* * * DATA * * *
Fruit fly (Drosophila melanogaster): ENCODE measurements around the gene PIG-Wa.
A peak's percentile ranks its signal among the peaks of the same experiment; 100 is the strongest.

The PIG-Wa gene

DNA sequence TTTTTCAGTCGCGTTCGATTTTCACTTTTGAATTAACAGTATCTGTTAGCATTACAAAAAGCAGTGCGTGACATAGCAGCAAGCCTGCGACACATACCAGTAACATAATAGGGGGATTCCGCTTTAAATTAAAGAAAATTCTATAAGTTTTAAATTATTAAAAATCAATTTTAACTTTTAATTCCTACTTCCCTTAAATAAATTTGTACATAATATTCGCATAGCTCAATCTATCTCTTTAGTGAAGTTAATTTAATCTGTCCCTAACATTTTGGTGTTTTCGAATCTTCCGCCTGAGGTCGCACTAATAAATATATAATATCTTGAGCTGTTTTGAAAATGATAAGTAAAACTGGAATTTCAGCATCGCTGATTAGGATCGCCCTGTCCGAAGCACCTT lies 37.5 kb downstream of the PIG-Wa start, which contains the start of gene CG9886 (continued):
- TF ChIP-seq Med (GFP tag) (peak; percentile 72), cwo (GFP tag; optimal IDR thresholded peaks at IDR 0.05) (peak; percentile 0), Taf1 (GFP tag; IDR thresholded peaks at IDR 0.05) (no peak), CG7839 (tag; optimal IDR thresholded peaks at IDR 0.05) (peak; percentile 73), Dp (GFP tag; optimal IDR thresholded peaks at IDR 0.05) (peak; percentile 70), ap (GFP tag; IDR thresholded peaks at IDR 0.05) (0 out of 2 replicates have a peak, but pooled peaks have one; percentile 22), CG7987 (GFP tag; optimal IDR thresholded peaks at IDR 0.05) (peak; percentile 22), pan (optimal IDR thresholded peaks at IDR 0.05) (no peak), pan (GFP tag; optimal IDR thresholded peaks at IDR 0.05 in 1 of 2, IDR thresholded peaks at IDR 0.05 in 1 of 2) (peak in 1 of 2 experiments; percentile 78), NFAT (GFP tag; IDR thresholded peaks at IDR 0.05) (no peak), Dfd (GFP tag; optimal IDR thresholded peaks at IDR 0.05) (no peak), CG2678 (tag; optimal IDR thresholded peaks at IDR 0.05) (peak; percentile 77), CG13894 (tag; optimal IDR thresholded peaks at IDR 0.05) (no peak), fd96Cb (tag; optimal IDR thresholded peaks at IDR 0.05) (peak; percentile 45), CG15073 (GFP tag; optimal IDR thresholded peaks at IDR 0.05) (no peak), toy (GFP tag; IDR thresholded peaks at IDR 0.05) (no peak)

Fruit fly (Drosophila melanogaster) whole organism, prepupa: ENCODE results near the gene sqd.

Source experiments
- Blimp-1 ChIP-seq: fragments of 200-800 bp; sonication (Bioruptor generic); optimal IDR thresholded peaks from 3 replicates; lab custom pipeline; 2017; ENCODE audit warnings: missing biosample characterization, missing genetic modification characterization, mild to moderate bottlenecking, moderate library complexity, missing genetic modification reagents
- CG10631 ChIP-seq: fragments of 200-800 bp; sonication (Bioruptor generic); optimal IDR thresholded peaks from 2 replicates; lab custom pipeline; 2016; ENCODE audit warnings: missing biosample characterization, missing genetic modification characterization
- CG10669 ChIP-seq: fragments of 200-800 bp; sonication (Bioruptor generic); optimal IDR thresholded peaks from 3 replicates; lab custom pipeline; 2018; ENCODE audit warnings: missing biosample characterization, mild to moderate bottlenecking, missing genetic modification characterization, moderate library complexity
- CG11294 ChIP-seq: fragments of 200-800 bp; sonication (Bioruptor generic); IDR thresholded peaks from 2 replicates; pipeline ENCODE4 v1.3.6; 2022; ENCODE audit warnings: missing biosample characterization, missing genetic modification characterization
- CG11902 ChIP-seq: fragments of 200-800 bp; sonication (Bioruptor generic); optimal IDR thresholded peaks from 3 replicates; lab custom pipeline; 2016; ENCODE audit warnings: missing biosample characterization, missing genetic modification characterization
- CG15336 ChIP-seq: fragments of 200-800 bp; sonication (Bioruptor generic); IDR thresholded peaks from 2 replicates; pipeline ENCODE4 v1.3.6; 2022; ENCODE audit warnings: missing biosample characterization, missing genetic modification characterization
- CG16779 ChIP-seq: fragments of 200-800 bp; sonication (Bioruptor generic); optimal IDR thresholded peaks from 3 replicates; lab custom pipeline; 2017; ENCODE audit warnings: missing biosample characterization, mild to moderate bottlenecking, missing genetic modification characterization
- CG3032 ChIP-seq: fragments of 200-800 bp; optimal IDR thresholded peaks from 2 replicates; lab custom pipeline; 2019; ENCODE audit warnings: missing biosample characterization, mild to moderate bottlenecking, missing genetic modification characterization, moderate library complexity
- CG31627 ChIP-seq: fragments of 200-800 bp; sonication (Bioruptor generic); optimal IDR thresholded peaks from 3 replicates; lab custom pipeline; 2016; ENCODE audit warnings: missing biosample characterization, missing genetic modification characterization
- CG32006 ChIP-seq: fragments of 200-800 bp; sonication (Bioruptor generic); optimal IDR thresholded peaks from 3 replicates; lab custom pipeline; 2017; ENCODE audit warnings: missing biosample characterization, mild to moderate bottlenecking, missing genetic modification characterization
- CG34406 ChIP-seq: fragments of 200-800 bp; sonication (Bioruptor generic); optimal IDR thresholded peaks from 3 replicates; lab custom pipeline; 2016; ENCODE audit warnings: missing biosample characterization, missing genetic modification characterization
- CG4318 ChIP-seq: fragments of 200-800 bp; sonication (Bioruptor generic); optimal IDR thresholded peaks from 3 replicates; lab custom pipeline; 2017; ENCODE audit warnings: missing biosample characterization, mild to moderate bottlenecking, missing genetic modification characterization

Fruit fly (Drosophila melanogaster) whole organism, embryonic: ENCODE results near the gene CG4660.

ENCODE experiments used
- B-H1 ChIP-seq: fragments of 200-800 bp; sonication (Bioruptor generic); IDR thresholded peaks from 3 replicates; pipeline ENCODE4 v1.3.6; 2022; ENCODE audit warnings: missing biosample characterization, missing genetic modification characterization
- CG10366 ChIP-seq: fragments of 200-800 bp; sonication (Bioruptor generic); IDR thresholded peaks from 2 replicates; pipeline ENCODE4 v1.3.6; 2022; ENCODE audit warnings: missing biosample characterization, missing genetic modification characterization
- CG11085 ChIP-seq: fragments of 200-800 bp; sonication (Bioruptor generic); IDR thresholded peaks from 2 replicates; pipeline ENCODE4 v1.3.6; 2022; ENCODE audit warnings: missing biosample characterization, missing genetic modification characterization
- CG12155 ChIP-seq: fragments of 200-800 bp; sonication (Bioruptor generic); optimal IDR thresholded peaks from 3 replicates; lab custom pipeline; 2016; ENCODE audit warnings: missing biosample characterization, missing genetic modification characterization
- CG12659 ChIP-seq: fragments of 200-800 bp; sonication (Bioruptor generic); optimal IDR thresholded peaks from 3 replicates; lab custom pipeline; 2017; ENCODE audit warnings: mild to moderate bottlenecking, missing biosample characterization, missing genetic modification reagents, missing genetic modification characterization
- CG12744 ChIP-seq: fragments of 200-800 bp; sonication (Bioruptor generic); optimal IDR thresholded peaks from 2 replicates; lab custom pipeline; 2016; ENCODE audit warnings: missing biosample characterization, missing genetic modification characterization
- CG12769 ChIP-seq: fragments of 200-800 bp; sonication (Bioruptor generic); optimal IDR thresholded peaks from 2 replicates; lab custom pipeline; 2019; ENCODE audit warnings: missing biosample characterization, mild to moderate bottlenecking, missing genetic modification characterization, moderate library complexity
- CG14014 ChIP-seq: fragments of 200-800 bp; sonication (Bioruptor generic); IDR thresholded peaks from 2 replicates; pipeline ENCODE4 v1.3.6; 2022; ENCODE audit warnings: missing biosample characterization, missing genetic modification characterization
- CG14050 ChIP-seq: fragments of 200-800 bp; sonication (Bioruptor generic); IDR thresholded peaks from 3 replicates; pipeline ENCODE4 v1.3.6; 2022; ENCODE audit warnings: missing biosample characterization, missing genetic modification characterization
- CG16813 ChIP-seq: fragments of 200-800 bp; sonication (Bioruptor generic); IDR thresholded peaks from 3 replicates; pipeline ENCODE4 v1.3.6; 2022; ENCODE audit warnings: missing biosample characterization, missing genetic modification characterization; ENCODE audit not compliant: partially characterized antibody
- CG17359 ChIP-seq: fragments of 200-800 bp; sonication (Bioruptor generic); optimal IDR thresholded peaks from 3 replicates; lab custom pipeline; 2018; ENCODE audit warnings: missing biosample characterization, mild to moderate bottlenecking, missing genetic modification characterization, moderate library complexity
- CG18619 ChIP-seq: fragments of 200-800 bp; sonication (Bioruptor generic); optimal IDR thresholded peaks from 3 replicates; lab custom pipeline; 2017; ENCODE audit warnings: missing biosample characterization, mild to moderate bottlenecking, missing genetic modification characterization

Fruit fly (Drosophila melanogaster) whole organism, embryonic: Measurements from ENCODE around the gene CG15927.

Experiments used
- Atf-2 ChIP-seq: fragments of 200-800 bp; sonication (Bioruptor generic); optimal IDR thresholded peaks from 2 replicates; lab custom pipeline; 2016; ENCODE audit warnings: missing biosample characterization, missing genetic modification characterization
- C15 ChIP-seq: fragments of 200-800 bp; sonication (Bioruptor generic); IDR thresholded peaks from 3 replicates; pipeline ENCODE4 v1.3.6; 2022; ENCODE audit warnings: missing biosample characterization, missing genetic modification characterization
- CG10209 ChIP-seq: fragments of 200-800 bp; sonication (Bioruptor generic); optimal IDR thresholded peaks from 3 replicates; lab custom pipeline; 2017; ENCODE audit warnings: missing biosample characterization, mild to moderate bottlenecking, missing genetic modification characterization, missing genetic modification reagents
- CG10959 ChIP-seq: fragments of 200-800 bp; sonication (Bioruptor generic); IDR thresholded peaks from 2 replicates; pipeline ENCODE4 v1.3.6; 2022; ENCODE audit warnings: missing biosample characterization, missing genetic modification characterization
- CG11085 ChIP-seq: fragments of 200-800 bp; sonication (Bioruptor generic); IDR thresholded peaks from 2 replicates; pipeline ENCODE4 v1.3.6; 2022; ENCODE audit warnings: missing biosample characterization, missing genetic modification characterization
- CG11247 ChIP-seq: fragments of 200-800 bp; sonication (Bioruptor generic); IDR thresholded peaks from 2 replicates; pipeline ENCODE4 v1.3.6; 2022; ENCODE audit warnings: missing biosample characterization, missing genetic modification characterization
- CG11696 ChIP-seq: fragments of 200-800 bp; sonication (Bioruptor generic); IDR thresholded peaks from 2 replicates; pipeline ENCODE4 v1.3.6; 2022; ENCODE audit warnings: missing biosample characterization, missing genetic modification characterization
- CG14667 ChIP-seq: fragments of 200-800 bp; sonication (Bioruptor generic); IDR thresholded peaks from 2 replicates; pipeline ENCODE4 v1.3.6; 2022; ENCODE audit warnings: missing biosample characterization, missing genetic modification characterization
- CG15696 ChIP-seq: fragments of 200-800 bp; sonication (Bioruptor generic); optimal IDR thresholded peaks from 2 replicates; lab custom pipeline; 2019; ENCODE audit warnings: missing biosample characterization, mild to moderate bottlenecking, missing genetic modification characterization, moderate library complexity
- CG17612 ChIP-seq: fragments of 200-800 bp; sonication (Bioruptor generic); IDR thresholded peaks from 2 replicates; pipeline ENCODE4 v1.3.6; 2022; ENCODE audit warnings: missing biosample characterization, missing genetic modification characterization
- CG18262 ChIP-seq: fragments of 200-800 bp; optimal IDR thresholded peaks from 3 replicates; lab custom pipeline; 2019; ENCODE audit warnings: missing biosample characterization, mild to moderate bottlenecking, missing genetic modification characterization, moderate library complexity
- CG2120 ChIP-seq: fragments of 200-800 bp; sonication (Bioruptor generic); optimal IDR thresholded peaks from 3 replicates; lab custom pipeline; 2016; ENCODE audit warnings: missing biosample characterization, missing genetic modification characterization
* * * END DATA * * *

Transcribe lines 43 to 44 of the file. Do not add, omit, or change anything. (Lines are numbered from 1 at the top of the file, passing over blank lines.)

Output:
- CG14667 ChIP-seq: fragments of 200-800 bp; sonication (Bioruptor generic); IDR thresholded peaks from 2 replicates; pipeline ENCODE4 v1.3.6; 2022; ENCODE audit warnings: missing biosample characterization, missing genetic modification characterization
- CG15696 ChIP-seq: fragments of 200-800 bp; sonication (Bioruptor generic); optimal IDR thresholded peaks from 2 replicates; lab custom pipeline; 2019; ENCODE audit warnings: missing biosample characterization, mild to moderate bottlenecking, missing genetic modification characterization, moderate library complexity